Do you remember playing spot the difference as a kid? Now, here’s your chance to play it again! Right idea, wrong design, perhaps?
North Carolina trolls Ohio after the latest license plate fail. The Ohio Bureau of Motor Vehicles announced and then recalled the design for their newest license plate. Awkward. Governor Mike DeWine and Ohio BMV Registrar Charlie Norman didn’t catch a mistake when revealing their plans for the new license plate. Unfortunately, they were met with a lot of backlashes after tweeting the design.
The license plate is set to honor Dayton, Ohio’s Orville and Wilbur Wright; the two American aviation pioneers accredited with building and flying the world’s first airplane. This is the first license plate change in eight years for the “Sunshine in Ohio” plate. Furthermore, the license plate hosts references to the state seal, cities and rural areas, and the birthplace of aviation. However, the problem aligns with the birthplace of aviation. Overall, the plate’s goal is to reminiscence on the past of Ohio while thinking about the future.
Now, when you take a look at the following license plate, can you see what is wrong with it? It may take a few seconds but take a good close look at the plane at the top of the plate. Do you remember anything about the history of Wright’s plane?
The announcement says, “This morning Governor Mike DeWine and Ohio BMV Registrar Charlie Norman unveiled Ohio’s new standard license plate. The new plate will be available to drivers starting Dec. 29. Ohio last updated its standard license plate design in 2013.”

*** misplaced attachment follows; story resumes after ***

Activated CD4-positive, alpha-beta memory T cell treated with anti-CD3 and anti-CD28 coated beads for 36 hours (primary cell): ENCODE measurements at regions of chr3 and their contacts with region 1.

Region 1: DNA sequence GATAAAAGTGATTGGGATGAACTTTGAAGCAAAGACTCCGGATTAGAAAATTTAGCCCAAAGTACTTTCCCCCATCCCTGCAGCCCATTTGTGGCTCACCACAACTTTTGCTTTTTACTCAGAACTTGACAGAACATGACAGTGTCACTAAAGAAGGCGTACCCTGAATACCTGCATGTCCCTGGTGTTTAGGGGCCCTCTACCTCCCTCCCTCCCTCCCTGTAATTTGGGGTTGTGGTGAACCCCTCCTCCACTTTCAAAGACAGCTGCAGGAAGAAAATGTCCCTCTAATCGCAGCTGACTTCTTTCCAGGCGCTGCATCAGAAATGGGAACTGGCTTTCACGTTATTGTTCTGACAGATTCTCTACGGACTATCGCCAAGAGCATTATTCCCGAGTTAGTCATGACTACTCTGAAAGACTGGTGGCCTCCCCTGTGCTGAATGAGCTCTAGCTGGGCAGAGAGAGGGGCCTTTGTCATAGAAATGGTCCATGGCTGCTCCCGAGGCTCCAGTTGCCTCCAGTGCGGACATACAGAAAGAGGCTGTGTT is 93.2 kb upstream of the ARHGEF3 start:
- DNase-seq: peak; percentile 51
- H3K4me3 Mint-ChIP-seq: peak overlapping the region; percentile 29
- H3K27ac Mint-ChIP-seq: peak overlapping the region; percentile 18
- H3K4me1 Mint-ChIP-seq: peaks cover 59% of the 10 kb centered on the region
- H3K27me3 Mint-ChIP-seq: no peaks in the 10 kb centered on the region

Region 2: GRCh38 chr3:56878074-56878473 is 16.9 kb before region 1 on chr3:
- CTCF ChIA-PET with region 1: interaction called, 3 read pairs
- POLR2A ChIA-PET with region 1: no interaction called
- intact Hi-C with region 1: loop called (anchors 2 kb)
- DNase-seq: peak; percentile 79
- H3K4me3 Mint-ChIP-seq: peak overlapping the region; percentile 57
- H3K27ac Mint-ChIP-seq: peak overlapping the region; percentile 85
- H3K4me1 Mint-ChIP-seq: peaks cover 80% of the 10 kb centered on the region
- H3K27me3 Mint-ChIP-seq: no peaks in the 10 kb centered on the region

The Failed “Sunshine in Ohio” Plate
Now, take a look at the corrected plate. The banner is hanging off of the plane from the wrong side. Consequently, later on in the day, another tweet was posted correcting the mistake.
The Ohio BMV, “We are aware that the plane on the new Ohio license plate unveiled this morning was oriented in the wrong direction. We regret this mistake and have fixed the image. This is the correct design that will be reflected on all new plates issued to Ohio drivers.”
Congratulations to those who noticed the spot the difference right away.
North Carolina Chimes In
Of course, North Carolina added their two cents to the debacle. Understandably, North Carolina’s response and participation are only reasonable as The Wright Brothers took off in Kitty Hawk, North Carolina for the very first time on December 17th, 1903.
The North Carolina Department of Transportation says, “Y’all leave Ohio alone. They wouldn’t know. They weren’t there. #FirstInFlight.”
Expert Alex Heckman at the Wright Brothers National Museum says that this mistake happens all of the time. He says, “This happens all the time. People mistake the front of the plane for the back. That’s the heart of the problem. The designer thought they were designing it so the banner was flying out the back, but it’s actually the other way.”
Ohio’s new license plate will be out on December 29th.